Once upon a time, there was a flojo (lazy boy) whose mother told him to go out and gather leña (wood) for the fire. So out he went, hither and yon, picking up sticks at a leisurely pace. Spotting a mesquite tree, he decided he would rest from his labors. Drawing close, he came across a wooden chest in the shade. Curious, he lifted the lid and found it brimming with gold coins. The chest was too heavy for him to carry he did have all that leña (wood) to carry, so he decided he would leave the treasure there. He gathered his sticks and headed home.
He told his mother about the treasure he had found under the mesquite tree and she scolded him for not bringing even one coin back with him. He replied that if the treasure were meant for him, it would come to him. The mother threw up her hands in exasperation.
An ambitious neighbor happened to be passing when the boy was telling this story to his mother and heard everything. He dropped what he was doing and went in search of the treasure.
Just as the boy had said, the neighbor found the chest under the mesquite tree. He chortled in glee and threw open the lid only to discover that it was full of horse manure. Furious, he hauled the chest and manure to the boy’s house and threw it all on the roof.
Now, the house was old and rickety and the roof had several places where the laminas (roofing sheets) had rotted through. Some of the manure fell through those holes in the roof and landed on the boy’s bed. Imagine his surprise when the he woke the next morning covered in gold coins. Because the treasure was meant for him it had come to him just as he said.
This is just one example of local legends concerning treasures. No wonder my son has difficulty with Mexican moral values. I’m not sure what lesson this story is supposed to teach–that one should wait passively for good fortune, that one should accept his or her lot in life and not make efforts to better it–or what?
My husband’s mother once had a dream where a woman appeared to her and told her that there was a treasure buried in the back room of their house in Cerano. The woman said that this treasure would be my mother-in-law’s if she followed her instructions exactly. If not, she would take one of her children. She was not to leave the house at midnight when she heard dogs bark that night or both her child and the treasure would be taken from her.
My mother-in-law woke very excited. She bullied her husband into digging up the floor in the back room in search of the treasure. As she was pregnant, my mother-in-law couldn’t do much digging herself. My father-in-law dug and dug, from early morning until midnight, but did not find a thing. At midnight, they heard dogs barking outside and in her concern for the livestock, my mother-in-law ran out to scare the dogs away, but there were no dogs.
Remembering what the woman had told her, my mother-in-law ran back into the house, but it was too late. She began to have labor pains. All the next day she labored to give birth, but when she finally was able to push, there was no baby, only fluid and blood. The woman had taken her 12th child right from her womb and the treasure was never found.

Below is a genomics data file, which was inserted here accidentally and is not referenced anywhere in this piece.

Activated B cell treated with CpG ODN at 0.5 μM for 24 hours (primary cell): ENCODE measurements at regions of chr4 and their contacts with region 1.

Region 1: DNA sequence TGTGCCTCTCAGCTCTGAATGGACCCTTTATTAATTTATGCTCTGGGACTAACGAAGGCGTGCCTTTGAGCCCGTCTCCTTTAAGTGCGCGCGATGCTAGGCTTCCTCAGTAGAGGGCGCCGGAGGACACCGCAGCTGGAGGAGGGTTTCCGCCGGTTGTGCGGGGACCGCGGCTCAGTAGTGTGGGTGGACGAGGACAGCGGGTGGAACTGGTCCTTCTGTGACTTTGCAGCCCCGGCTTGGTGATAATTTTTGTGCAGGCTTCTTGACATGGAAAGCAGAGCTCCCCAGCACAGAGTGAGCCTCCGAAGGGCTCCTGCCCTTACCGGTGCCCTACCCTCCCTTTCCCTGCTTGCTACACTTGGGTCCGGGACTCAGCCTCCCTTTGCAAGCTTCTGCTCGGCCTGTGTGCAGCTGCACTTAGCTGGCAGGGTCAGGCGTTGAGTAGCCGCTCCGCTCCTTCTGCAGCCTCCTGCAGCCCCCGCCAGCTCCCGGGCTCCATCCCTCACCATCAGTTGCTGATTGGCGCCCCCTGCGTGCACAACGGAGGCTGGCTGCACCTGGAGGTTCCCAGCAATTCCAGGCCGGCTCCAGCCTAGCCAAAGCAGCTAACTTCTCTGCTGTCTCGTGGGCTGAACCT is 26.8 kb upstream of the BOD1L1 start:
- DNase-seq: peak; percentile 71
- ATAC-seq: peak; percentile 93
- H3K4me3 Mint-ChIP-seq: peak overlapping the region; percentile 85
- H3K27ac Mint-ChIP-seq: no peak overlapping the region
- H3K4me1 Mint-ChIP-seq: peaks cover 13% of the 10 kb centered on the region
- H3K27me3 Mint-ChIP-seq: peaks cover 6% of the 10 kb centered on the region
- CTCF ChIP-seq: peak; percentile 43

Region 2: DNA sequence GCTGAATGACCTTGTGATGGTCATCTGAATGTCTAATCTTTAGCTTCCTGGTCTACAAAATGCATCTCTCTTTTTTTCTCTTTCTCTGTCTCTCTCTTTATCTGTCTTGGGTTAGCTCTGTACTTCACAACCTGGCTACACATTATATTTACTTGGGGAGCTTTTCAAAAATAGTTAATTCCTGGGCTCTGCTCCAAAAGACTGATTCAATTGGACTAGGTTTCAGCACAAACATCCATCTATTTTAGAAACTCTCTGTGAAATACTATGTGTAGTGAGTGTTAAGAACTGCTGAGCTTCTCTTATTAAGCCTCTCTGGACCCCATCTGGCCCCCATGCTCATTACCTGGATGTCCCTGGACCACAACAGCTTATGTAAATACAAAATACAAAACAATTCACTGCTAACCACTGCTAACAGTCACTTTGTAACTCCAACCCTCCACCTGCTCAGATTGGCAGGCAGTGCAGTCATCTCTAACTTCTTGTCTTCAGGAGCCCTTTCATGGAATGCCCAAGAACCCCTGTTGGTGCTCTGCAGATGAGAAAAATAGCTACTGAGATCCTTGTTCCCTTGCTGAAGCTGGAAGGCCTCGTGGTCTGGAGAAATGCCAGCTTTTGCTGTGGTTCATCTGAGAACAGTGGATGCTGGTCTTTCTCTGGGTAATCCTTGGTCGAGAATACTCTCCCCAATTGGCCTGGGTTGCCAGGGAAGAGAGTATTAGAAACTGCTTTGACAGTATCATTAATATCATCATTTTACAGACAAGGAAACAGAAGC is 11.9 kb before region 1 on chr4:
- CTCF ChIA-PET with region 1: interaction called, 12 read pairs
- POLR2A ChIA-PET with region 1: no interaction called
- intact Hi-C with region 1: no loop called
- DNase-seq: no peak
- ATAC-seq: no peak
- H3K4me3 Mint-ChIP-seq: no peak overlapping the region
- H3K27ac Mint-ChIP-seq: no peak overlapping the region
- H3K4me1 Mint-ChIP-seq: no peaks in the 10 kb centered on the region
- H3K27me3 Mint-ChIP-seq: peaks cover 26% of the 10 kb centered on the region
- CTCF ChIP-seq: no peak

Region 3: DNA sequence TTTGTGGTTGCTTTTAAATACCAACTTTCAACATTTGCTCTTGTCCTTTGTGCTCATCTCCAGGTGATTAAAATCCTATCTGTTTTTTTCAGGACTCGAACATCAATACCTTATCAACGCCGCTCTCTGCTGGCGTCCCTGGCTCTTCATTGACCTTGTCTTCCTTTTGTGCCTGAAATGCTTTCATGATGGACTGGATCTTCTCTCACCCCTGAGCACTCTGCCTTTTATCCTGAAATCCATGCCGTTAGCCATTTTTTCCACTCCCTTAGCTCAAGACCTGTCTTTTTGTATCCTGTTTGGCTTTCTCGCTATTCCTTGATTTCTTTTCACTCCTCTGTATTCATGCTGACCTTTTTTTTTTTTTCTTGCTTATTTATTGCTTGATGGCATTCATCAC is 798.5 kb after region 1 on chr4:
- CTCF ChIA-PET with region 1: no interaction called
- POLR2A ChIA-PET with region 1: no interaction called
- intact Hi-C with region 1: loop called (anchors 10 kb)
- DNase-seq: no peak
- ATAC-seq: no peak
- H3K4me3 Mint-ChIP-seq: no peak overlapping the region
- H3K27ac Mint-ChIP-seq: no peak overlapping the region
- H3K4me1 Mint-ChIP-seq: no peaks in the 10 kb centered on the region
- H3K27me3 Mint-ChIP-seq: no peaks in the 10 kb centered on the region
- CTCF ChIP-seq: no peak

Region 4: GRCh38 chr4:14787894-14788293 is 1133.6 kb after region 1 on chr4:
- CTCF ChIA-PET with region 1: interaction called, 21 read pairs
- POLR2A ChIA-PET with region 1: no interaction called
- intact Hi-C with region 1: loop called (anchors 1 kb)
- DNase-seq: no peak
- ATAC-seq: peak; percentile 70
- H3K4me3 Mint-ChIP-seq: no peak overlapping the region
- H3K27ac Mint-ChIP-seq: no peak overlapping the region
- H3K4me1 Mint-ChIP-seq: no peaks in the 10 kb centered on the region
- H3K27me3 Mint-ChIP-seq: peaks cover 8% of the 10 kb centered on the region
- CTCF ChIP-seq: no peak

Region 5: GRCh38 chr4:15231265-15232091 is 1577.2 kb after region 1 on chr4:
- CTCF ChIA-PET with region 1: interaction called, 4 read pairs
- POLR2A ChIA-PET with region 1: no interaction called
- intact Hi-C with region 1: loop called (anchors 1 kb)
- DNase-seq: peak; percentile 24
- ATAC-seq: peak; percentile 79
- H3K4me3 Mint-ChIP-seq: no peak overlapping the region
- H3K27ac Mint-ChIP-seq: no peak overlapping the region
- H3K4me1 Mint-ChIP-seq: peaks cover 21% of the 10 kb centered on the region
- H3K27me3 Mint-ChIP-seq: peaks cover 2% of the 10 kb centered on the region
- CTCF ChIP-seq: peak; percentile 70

This story is repeated as fact in my husband’s family. Here there is a strong tendency to believe in the messages given in dreams. A curandera (healer) is a respected position in the community and has the ability to not only treat with herbs but interpret tarot cards and dreams. I admit there are things in México that defy other rational explanation.
Another local legend has it that one late afternoon, a campesino (farmer) was walking home after he had collected leña (wood) for the evening meal. Out of the blue, a stone flew through the air and hit the farmer in the head. He carried on a bit, running back and forth, looking for the person who had thrown that rock. A second came and hit the campesino (farmer) in the back. Try as he might, he could not locate the source of the stones. As he stood confused in the road, a hole opened at his feet. That was too much for him and he scrambled off the road towards home.
His wife, after hearing the story, scolded him. Everyone knows after all, that a treasure comes to the person it was meant for, but he had lost his opportunity for wealth because of his fear. Second chances are never given.
So my husband and his buddy Bigotes (mustache) were talking one day and the conversation turned to treasures. According to Bigotes, there is an area rumored to be the spot of a hidden treasure near the base of La Yacata. So the two of them made plans to go poking about and see if they could find the treasure. Bigotes claimed to have a magic ring that when spun at the treasure site, will tell the seekers the method to obtain that treasure. For example, the seeker must demonstrate valiente (bravery) in some way if that is what the ring spells out. Of course, reading the small print clause for treasure seeking you will find that someone must “comer tierra” (eat dirt) or in other words die for the treasure to be found. But remember the treasure can only be found by those that are intended to find it.
Bigotes had other things to do that afternoon, so my husband went on his own, although I discouraged him since I didn’t really want him to “comer tierra.” But when has he ever listened to me? He went exploring and didn’t find the treasure per se, but came back whistling with a feed bag full of clanking things. He had found a pile of trash and rummaged about in it, pulling out wires and metal things. Delighted with his find, he took them the next day to where they buy fierro viejo (old metal) and received nearly $500 pesos–truly a treasure–at least for us!